Marc Epstein teaches history at Jamaica High School in Queens, N.Y. He wrote the summer 2003 issue of Education Next’s feature story, titled “Security Detail.” If an American, who passed away as late as 1960, were somehow resurrected, he’d probably think Epstein fabricated the story. Unfortunately, the story is true for too many of America’s schools.
Jamaica High School, with a student body of 2,500, has eight deans, Epstein being one of them. Student discipline occupies much of their time. The school has an assistant principal for security, and two secretaries and a school aide assigned to the dean’s office. There are 10 school security agents assigned by the New York Police Department to patrol Jamaica High School’s halls; there’re more when there’s random scanning of students for weapons. At least $1 million is budgeted for school safety, and that excludes the cost of the 10 security agents paid by the police department.
Epstein’s story samples a number of school incidents. A teacher saw a student take a gun from his locker to show other students. The security agent was informed and did nothing. Epstein searched for the student, but he had fled the building. When the student returned, he denied possession of the gun. He was searched by the police, who found nothing. After an investigation, which consumed a couple thousand dollars worth of personnel hours, a hearing officer transferred the student to another school.
A learning-disabled student, denied a hall pass, called his teacher a crippled bitch and threw an object at her. A security agent who witnessed the incident removed the student. At the student’s hearing, a man appearing on behalf of the student’s mother asked the teacher, “Do you consider yourself crippled, because if you do, then you are in fact a crippled bitch and the charges ought to be dropped.” Because of the protections of federal special education law, the student was permitted to return to the school immediately.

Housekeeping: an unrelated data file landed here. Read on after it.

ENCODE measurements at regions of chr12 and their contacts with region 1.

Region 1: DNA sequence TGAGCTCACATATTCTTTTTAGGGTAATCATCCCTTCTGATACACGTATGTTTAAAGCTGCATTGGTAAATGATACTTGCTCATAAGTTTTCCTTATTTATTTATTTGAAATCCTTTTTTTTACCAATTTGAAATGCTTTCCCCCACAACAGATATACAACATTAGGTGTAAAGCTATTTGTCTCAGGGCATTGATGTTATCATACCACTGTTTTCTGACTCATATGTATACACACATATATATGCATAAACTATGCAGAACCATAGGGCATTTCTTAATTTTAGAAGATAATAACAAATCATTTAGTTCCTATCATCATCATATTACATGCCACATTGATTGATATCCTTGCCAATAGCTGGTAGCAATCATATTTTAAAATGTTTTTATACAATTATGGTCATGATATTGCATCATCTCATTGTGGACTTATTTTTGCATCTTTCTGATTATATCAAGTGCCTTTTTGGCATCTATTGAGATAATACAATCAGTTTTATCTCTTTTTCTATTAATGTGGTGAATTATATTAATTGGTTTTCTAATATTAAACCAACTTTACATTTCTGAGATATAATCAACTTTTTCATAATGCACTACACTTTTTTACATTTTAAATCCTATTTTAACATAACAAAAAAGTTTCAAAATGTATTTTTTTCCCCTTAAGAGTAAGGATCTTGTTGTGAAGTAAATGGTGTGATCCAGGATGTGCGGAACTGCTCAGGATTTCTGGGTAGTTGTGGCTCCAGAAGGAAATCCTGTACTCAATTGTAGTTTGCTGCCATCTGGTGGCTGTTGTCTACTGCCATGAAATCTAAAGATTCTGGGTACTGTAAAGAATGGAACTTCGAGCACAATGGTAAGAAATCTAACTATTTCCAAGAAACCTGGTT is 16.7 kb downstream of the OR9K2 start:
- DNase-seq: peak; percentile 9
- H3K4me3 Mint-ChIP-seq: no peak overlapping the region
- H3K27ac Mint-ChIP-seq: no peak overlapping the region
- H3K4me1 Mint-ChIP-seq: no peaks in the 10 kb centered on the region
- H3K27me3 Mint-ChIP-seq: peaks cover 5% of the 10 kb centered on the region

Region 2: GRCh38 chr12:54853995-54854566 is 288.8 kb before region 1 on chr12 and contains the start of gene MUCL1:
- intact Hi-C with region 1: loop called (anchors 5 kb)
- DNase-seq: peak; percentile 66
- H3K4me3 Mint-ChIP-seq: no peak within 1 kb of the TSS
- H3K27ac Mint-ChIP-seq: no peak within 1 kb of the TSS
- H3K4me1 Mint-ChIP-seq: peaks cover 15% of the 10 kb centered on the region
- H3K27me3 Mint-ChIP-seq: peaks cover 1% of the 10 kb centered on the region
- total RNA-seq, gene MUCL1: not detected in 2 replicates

Epstein says court decisions and school regulations have made schools a safe haven for dangerous criminals. Schools must admit young people convicted of serious felonies, such as armed robbery.
The teacher’s union is part of the problem, as well. During the 1990s, the United Federation of Teachers deemed that forcing teachers to supervise home rooms was unprofessional. Through contract negotiations, this method of student control was abolished. UFT also argued that it was unprofessional for teachers to have cafeteria supervisory duties; they were replaced by school aides. The cafeteria quickly became student gang turf, where fights and other disorderly behavior became routine. School aides are easily intimidated by students, and for fear of retaliation, they rarely confront gang-affiliated students.
According to an August 2002 Department of Education report, “School Crime Patterns,” “High schools with the highest levels of violence tended to be located in urban areas and have a high percentage of minority students (black and Hispanic), compared to high schools that reported no crime to the police.” The report also said that 60 percent of violent school crimes occur in 4 percent of the nation’s high schools.
Is there a sane reason for today’s adults tolerating student behavior unimaginable 50 years ago? Don’t try the poverty excuse. I attended Philadelphia’s Benjamin Franklin High School from 1950 to 1954, along with students who, myself included, were among the poorest of the city’s poor. Yes, there was the occasional after-school fight, with fists, but I can’t recall a single incident of a student cursing or assaulting a teacher.
What to do? It’s a no-brainer. Students who are alien and hostile to the education process ought to be removed.
You say, “What will we do with them?” I say that’s a secondary issue. The first priority is to stop thugs from making education impossible for everyone else.